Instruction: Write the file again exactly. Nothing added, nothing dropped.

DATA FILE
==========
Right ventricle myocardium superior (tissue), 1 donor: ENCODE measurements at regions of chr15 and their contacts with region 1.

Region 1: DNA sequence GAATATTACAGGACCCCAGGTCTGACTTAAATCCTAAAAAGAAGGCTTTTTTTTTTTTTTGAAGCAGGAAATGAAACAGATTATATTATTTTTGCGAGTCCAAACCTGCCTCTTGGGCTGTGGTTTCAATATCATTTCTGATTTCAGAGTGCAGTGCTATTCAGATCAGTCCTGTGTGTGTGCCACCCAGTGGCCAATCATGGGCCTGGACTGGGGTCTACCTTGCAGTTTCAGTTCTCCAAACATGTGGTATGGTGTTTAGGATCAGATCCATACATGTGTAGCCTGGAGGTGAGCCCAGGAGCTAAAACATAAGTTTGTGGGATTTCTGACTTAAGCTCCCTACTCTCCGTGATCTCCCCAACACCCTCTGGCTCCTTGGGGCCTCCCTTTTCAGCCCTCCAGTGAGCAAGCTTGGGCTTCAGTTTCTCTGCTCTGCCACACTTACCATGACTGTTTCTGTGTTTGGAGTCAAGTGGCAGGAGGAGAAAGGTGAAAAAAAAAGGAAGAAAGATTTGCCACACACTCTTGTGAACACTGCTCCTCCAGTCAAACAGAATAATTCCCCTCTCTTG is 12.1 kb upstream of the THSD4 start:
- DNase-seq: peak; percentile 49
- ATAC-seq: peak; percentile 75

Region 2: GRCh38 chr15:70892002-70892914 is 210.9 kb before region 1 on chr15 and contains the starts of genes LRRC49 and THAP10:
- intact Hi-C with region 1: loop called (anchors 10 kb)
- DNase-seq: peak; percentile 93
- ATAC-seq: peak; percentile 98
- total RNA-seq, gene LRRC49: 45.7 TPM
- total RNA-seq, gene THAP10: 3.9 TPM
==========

Right ventricle myocardium superior (tissue), 1 donor: ENCODE measurements at regions of chr15 and their contacts with region 1.

Region 1: DNA sequence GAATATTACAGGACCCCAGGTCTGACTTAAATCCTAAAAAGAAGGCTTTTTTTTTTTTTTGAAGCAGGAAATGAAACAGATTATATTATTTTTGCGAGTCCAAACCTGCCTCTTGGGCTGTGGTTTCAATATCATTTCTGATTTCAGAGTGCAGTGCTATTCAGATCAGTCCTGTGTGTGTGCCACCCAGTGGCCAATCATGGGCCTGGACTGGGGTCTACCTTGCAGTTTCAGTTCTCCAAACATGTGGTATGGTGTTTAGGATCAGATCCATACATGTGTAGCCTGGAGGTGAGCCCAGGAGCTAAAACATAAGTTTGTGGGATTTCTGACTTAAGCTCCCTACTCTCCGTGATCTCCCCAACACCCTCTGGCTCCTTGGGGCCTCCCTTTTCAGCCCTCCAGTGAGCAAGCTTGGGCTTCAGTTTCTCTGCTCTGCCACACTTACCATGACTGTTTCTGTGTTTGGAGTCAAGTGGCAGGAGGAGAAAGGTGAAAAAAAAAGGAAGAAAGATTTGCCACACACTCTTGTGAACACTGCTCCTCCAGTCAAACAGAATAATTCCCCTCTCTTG is 12.1 kb upstream of the THSD4 start:
- DNase-seq: peak; percentile 49
- ATAC-seq: peak; percentile 75

Region 2: GRCh38 chr15:70892002-70892914 is 210.9 kb before region 1 on chr15 and contains the starts of genes LRRC49 and THAP10:
- intact Hi-C with region 1: loop called (anchors 10 kb)
- DNase-seq: peak; percentile 93
- ATAC-seq: peak; percentile 98
- total RNA-seq, gene LRRC49: 45.7 TPM
- total RNA-seq, gene THAP10: 3.9 TPM